The real world example to describe how Blockchain works is Wikipedia. Wikipedia is a popular Internet encyclopedia with its articles being free-content. Almost every article is present on Wikipedia where you can read and gain the information.
Do you ever know who write those articles, can we trust them and who edit the information?
It is actually common people like us who write those articles. There are basically 4 people who are the part of this community.
1) Reader — whenever someone goes over Wikipedia and read articles; he becomes the community member of Wikipedia.
2) Writer — who creates new page and write/edit content
3) Editor — who edit the existing article or correct any type of spelling mistakes
4) Privileged Administrator — These people are generally those who have been volunteer Wikipedia contributors or senior content writers and have full authority to delete content or block IP address if they find anything disruptive or wrong.
Wikipedia is open source where anyone can come and contribute by creating page and writing articles. Since the system is open source, you might be thinking anyone can post wrong or malign information. Yes that’s correct!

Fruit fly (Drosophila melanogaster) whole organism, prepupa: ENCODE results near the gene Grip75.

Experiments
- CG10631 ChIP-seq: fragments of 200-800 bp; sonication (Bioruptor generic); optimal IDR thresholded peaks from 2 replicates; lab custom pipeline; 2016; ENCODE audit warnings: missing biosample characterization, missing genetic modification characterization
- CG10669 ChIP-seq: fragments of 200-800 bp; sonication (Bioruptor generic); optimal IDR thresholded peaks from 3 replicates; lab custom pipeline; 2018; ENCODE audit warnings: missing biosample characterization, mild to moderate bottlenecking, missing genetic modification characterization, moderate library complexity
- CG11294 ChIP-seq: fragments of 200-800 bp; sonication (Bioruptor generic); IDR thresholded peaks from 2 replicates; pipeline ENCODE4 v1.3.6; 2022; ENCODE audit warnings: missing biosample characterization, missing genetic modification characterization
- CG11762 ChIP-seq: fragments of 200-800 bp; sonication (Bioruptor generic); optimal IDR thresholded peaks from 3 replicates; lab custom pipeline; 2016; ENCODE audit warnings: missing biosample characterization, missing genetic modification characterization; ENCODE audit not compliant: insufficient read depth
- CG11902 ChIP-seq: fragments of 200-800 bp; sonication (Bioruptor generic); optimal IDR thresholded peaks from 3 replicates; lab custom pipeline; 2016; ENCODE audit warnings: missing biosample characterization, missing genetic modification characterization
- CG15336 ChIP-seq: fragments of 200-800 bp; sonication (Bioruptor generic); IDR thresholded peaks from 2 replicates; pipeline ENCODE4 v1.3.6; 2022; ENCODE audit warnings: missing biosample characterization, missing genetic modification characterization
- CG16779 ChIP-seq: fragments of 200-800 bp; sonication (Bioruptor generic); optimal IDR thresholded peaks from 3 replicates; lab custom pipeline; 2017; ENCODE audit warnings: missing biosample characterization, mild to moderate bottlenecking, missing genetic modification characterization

Person can post the irrelevant topics but it won’t be published until the member of Wikipedia community authenticate and approve it. As soon as the article or post is published, ‘master copy’ is broadcast to each member whom they can review and approve and article is published.
However, the centralized nature of Wikipedia makes it prone to cyber-attack; since data is stored and secured on a single server.
In the case of a Blockchain, the data is distributed and decentralized; meaning all the nodes (participants) in networks work independently and since the storage of data or transaction is not stored on central server leading to no single point of failure.
Here is the real use case of how the Bitcoin blockchain works:
1) Initiation — A transactions is initiated where one person requests a transaction which triggers Bitcoin transaction
2) Broadcast — The requested transaction is broadcast to a P2P network as a “block” consisting of computers, known as nodes.
3) Validation — The network of nodes validates the transaction and the user’s status using known algorithm.
4) Consensus — Once the verified, the transaction is combined with other transactions to create a new block of data for the ledger.
5) New Block — The new block is then added to the existing blockchain, in a way that is permanent and unalterable.
6) Settlement — The transaction is complete and bitcoin change hand from Person A to B.
Source : https://medium.com/wharfstreetstrategies/how-does-blockchain-work-decoding-blockchain-technology-with-the-concept-of-wikipedia-7896839b9adf